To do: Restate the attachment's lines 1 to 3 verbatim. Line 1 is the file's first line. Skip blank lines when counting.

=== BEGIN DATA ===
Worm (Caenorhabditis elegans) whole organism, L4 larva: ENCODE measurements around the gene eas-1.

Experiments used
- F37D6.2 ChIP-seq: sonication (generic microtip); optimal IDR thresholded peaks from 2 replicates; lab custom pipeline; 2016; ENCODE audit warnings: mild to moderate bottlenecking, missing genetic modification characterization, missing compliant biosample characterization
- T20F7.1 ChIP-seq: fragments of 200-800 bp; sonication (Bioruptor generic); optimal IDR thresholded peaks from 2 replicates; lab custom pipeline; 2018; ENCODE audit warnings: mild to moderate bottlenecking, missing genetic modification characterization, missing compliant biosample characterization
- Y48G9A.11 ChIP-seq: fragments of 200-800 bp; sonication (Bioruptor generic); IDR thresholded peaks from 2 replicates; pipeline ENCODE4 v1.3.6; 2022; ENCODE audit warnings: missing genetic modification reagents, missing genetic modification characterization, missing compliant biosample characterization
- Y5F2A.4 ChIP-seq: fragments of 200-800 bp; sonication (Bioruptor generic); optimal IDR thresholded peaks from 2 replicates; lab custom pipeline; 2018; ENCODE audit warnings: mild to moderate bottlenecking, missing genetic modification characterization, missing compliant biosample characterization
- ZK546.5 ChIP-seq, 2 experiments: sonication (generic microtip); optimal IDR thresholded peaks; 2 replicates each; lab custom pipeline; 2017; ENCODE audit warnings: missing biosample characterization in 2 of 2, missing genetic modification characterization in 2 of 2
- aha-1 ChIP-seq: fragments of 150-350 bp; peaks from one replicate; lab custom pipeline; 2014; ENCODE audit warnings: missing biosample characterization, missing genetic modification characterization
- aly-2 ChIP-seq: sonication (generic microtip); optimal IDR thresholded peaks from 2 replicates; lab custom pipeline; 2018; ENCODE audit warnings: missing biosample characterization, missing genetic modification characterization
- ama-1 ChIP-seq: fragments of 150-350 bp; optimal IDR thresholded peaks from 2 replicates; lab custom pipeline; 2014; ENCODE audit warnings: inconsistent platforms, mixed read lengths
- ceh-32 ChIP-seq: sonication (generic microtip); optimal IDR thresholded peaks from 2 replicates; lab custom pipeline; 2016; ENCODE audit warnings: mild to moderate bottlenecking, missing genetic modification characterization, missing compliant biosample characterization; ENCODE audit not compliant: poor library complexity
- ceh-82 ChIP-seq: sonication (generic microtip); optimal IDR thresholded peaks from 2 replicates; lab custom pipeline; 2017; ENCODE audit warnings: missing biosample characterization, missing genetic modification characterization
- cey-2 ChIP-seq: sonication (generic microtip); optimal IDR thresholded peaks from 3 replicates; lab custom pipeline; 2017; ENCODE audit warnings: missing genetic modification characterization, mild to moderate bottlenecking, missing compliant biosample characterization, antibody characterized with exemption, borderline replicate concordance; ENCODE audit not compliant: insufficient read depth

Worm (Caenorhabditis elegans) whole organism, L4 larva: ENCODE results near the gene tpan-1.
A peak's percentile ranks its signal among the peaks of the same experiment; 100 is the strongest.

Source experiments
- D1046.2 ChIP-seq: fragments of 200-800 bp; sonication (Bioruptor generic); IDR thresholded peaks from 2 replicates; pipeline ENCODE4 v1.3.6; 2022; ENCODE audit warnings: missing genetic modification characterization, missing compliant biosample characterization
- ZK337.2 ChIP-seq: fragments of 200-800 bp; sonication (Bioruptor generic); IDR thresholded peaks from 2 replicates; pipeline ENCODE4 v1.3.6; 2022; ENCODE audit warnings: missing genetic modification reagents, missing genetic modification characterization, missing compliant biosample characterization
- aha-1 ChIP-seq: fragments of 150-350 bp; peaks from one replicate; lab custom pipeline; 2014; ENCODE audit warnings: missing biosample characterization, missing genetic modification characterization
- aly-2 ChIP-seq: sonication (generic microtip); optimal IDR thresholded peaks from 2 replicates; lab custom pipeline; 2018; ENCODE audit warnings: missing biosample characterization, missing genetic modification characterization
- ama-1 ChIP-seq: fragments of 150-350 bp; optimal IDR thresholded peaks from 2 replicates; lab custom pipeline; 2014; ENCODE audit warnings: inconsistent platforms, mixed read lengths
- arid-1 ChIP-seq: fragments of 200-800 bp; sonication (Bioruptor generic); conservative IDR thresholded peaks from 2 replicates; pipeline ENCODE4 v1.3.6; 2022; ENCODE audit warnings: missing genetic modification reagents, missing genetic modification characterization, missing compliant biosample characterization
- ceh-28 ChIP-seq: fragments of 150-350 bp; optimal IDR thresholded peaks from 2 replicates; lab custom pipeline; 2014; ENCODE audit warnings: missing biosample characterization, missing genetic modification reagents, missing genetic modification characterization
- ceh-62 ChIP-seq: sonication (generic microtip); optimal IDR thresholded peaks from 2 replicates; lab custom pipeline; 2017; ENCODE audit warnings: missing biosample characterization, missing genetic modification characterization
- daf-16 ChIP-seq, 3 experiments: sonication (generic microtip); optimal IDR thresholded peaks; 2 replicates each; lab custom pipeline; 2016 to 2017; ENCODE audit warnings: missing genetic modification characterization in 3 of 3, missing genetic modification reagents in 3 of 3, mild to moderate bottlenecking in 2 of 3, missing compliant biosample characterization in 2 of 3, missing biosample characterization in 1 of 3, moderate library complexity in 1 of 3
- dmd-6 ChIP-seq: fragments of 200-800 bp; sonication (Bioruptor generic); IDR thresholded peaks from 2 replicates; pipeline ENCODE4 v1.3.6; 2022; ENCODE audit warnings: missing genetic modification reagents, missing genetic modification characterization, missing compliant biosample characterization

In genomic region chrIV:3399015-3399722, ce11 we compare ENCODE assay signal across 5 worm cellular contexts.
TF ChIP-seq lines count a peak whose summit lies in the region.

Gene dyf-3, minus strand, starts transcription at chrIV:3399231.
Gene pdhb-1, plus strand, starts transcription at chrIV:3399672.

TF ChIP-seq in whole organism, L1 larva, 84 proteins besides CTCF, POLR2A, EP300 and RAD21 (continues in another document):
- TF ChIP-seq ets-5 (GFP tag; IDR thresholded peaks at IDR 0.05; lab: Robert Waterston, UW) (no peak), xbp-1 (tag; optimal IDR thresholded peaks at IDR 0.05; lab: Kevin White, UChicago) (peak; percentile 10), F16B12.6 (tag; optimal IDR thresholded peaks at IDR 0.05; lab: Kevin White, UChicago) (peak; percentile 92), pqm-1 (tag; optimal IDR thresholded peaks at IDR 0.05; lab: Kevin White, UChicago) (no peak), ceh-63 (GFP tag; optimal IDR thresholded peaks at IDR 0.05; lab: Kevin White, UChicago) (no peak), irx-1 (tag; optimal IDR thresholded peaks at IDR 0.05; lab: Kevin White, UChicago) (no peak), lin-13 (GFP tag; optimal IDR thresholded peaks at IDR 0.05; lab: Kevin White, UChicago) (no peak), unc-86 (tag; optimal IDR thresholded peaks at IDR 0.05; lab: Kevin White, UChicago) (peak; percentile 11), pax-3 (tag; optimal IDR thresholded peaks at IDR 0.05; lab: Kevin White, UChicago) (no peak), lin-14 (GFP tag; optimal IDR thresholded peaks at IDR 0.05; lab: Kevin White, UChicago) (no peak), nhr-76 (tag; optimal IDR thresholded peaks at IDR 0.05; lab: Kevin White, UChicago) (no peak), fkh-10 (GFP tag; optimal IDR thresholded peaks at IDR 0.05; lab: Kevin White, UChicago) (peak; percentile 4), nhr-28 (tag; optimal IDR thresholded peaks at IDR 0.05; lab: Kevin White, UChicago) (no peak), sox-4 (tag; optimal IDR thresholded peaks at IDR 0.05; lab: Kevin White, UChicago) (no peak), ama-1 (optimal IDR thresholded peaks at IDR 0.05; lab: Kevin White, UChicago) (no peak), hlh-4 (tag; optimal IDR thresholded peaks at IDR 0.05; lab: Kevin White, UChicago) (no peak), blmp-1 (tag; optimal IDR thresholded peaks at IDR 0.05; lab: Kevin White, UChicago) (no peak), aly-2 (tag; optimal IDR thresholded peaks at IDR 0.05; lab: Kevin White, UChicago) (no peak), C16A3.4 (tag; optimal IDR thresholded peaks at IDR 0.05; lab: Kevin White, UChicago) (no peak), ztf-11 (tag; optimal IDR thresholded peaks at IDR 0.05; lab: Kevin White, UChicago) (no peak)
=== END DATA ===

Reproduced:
Worm (Caenorhabditis elegans) whole organism, L4 larva: ENCODE measurements around the gene eas-1.

Experiments used
- F37D6.2 ChIP-seq: sonication (generic microtip); optimal IDR thresholded peaks from 2 replicates; lab custom pipeline; 2016; ENCODE audit warnings: mild to moderate bottlenecking, missing genetic modification characterization, missing compliant biosample characterization